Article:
Workers’ compensation provides benefits to employees who suffer work-related injuries or illnesses. However, several misconceptions surround workers’ compensation in Massachusetts, leading to confusion and misinformation.
These are four of the common misconceptions about workers’ compensation in the state.
Misconception 1: Workers’ compensation only covers accidents
One common misconception is that workers’ compensation in Massachusetts only covers injuries resulting from workplace accidents. However, it also extends to occupational illnesses and injuries that develop over time due to work-related conditions. Examples include repetitive strain injuries, occupational diseases and mental health conditions arising from work-related stress.
Misconception 2: Employees must prove fault to receive benefits
Contrary to popular belief, Massachusetts workers’ compensation operates on a no-fault system. This means that employees are generally entitled to benefits regardless of who is at fault for the injury or illness. It is not necessary to prove that the employer or any other party acted negligently or was responsible for the incident.
As long as the injury or illness is work-related, employees are eligible for workers’ compensation benefits.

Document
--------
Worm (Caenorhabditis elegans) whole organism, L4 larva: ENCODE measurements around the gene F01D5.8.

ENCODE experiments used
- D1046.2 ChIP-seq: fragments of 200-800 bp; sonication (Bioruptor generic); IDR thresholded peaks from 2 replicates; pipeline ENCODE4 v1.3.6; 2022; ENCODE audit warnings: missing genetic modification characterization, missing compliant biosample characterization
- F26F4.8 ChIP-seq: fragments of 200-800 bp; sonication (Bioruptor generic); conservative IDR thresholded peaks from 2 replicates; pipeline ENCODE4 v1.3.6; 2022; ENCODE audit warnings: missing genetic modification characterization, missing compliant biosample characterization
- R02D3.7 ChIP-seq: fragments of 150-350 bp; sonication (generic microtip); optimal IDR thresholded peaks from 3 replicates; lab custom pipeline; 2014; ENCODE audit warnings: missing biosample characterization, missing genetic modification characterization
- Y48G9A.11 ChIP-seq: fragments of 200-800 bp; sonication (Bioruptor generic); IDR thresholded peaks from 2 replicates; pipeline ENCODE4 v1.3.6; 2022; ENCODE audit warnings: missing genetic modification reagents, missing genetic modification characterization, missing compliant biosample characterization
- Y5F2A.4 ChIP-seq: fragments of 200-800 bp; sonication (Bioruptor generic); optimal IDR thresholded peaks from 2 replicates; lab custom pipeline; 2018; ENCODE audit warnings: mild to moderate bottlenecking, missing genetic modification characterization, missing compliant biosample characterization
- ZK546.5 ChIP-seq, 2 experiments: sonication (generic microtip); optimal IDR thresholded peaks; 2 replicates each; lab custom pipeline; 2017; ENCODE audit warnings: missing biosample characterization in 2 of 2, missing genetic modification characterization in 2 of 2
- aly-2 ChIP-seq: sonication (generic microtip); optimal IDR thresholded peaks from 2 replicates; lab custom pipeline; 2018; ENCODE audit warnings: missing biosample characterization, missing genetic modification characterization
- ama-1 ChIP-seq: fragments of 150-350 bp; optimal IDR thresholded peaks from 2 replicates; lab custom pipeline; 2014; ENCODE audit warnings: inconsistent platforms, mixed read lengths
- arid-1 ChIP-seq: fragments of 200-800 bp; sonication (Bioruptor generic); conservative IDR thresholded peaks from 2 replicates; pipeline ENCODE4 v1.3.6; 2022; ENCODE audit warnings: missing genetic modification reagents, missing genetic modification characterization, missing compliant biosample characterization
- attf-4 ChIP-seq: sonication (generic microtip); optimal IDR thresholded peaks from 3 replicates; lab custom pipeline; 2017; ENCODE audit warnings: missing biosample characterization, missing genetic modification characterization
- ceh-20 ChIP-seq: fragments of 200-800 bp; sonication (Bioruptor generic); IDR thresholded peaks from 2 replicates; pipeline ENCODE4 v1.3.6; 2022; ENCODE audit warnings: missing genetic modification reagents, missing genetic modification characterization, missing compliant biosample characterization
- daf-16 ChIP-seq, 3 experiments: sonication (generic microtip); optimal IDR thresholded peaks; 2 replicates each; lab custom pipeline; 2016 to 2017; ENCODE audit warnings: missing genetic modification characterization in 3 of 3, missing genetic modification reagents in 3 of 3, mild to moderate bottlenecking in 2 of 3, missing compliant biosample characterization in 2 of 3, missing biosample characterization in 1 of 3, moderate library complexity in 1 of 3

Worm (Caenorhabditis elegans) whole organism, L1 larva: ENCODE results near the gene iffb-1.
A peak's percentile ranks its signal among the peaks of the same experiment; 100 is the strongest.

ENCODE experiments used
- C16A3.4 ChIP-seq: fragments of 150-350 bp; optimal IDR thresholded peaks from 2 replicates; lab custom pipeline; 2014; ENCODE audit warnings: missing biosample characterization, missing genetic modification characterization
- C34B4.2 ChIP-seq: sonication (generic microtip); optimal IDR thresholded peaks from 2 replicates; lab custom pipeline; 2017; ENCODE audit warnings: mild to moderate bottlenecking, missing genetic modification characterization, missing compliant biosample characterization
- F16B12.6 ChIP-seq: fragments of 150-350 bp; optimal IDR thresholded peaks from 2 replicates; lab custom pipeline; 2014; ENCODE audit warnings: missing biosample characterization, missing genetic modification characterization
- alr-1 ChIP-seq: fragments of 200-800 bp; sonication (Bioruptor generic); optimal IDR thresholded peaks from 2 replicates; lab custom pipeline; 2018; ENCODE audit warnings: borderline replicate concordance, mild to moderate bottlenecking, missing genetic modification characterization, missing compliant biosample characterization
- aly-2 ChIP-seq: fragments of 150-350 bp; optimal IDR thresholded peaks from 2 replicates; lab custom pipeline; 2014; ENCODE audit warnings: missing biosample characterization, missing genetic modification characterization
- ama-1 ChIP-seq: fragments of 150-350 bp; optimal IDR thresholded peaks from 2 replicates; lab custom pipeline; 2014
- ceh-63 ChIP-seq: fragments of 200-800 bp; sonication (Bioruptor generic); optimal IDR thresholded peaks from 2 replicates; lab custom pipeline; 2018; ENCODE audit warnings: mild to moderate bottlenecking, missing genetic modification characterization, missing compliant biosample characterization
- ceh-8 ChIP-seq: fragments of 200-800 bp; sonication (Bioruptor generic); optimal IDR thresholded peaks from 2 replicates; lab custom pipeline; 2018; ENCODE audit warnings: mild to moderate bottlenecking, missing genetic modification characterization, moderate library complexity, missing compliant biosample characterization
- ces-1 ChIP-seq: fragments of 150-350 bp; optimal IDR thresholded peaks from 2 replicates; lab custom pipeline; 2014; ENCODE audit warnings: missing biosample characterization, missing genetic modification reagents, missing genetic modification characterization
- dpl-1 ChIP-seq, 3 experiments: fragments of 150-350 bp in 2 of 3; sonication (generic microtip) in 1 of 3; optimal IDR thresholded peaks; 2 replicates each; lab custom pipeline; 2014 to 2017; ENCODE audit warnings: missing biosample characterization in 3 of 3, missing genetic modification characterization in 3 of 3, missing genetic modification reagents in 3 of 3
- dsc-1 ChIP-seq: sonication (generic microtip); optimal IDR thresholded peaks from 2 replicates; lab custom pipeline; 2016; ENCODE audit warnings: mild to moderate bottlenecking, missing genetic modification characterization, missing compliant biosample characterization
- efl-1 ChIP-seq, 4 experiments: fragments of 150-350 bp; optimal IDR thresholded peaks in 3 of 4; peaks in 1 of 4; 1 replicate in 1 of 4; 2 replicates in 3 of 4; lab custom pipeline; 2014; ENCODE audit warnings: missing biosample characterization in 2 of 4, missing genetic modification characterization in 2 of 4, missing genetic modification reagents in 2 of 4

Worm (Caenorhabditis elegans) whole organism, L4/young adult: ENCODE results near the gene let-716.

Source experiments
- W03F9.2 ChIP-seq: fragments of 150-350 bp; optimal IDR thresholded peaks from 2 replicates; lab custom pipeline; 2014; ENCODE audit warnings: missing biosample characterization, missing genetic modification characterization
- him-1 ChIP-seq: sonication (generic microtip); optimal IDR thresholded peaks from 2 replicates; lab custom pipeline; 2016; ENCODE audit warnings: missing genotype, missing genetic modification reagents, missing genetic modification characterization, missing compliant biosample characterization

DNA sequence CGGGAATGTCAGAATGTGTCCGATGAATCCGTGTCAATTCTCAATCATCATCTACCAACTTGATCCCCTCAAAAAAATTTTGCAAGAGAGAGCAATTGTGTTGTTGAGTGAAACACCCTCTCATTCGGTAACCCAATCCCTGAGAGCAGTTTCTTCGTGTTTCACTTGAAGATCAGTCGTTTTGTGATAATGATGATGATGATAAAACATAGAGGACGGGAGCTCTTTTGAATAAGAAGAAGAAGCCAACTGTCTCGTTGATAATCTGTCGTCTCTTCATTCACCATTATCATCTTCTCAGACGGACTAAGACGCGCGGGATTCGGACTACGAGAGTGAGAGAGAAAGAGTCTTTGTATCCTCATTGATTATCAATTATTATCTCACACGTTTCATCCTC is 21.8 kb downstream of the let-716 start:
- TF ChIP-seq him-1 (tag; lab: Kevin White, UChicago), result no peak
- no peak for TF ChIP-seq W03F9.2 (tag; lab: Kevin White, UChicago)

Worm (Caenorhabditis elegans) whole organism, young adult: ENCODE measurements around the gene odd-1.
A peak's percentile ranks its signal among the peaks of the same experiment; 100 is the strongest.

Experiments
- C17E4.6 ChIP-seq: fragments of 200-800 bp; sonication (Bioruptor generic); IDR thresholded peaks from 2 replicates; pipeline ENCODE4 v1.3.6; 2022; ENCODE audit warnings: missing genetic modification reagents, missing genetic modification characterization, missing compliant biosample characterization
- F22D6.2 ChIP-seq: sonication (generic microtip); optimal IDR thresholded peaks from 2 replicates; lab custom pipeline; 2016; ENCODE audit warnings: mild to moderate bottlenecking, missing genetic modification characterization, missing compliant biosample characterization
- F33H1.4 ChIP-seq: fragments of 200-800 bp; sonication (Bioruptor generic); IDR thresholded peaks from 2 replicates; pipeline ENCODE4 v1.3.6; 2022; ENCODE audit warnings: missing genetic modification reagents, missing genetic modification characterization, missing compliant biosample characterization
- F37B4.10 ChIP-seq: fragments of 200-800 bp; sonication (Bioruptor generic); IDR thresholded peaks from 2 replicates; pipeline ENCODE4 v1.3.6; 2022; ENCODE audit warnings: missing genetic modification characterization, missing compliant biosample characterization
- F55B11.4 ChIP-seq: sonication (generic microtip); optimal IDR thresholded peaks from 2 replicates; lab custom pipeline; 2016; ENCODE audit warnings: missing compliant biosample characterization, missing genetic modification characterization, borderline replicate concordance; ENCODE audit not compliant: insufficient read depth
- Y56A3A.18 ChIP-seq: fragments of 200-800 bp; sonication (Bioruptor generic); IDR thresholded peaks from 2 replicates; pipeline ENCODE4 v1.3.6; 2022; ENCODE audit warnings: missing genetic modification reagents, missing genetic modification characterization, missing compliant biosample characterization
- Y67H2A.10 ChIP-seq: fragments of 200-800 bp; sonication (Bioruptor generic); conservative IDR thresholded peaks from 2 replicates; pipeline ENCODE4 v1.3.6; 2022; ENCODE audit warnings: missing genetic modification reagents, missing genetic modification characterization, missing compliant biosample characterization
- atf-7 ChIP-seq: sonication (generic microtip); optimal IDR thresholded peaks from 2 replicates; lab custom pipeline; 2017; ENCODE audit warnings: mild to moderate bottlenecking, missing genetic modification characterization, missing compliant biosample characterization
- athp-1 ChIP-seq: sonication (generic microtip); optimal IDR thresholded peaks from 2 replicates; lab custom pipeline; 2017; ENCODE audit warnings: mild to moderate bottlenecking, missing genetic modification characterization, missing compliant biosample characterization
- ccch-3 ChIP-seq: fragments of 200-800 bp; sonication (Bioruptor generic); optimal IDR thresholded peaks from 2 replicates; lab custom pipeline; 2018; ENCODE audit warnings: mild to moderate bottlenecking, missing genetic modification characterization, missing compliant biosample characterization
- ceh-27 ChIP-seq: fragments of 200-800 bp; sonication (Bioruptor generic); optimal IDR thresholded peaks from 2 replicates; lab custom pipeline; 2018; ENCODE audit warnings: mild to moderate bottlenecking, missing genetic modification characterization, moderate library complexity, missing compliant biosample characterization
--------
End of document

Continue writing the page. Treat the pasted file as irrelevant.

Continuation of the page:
Misconception 3: Workers’ compensation claims result in lengthy lawsuits
Another misconception is that filing a workers’ compensation claim in Massachusetts will automatically result in a time-consuming and contentious lawsuit. In reality, the workers’ compensation system works to provide prompt and efficient resolution of claims. The administrative process resolves most claims, involving negotiations and hearings with the Department of Industrial Accidents.
While disputes may arise, the focus is on achieving a fair resolution without the need for drawn out litigation.
Misconception 4: Workers’ compensation benefits are insufficient
Some individuals mistakenly believe that workers’ compensation benefits will not cover their needs. While it is true that workers’ compensation benefits may not fully replace an employee’s regular income, they include various forms of assistance such as medical treatment coverage, wage replacement benefits, vocational rehabilitation and permanent disability benefits, among others.
The main goal is to help injured workers receive necessary medical care and financial support during their recovery.
Clarifying the misconceptions surrounding workers’ compensation in Massachusetts helps employees understand their rights and receive the benefits they deserve under Massachusetts law.